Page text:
That’s why the store has 50-pound bags of rice and other restaurant-sized items, much like Costco.
“Costco doesn’t have a selection like this, though,” Hung said.
Rows upon rows of shelves are lined with soy sauces from different countries in Asia, each one with a distinct taste.
“People like what they are used to and they stick to that,” Hung said.
The store also carries a large selection of herbs and teas, from oolong to ginseng.
Hung is originally from China, but came to Bellingham in 1977 after spending several years in Hong Kong. Later, his sister followed him over and now runs the bakery in the store where she cooks up traditional cookies and steamed buns served with barbecue pork or mushroom chicken.
Though Bellingham is within driving range of two much larger cities with very diverse cultures, Hung said he found it tiresome to travel that far just to experience familiar food. And oftentimes, it’s just the simple things like steamed buns that can make a world of difference.
“This is the only place around here to get steamed buns,” Hung said proudly.
La Gloria Market
Tucked behind the King Carwash off of Meridian Street, La Gloria is more than just a specialty grocery store. Owner Petra Apreza wants her store to be a one-stop destination for the local Latino population, and she may soon be one step closer to that goal.
Last month, Apreza applied for a permit to expand her store by 1,600 square feet into a neighboring space where she plans to sell traditional Western wear. The store currently has a small selection of cowboy boots, leather belts and hats, but demand is high and Apreza said she wants to expand her selection.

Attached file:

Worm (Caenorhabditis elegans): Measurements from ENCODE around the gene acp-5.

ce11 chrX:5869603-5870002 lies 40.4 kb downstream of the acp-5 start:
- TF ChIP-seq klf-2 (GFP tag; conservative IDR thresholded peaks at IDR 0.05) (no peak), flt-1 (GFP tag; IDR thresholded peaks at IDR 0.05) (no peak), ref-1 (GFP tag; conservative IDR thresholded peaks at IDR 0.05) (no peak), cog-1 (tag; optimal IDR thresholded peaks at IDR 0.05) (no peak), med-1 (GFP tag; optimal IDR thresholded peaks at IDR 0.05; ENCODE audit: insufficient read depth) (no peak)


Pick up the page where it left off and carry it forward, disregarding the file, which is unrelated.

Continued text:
“The Latino population has grown a lot since we moved up here in 1999,” she said.
The store also carries a wide selection of music and has five different money-wiring services that connect to most of Central and South America.
Apreza and her husband Ernesto also run the original La Gloria in Everson, which opened more than nine years ago and is named after one of Apreza’s relatives. In 2009, expect a big fiesta for the store’s 10-year anniversary, Apreza said.
The couple opened the Bellingham location — once home to Tienda El Polivoz, another Latino grocery — back in May and have seen the business grow quickly since then.
The Bellingham store is bigger than the Everson store and also has a kitchen and deli. For Apreza, this means she can offer traditional cuts of meat and cheeses that are not easily available in this far corner of the United States.
Carne seca, for example, is a type of seasoned and dried meat similar to beef jerky that is very popular among people from Northern Mexico.
Most of the items in the store come from regional distributors and are relatively easy to find: piñatas, dried chilis, and hominy corn. But some items are too rare to find through a distributor.
“We travel down to Mexico once a year and bring back items such as pumpkin seeds for green mole and avocado leaves,” she said. “California avocado leaves just don’t have the same taste.”
When it comes to creating a distinct taste, though, Mexican candy easily wins with its unique blend of chili, salt and lemon or lime.
“We have a lot of candy,” Apreza said. “The kids love that.”
Where to find them
505 32nd St. Suite 108
Oriental Grocery & Bakery
2517 Meridian St.
La Gloria Market
4140 Meridian St. Suite 100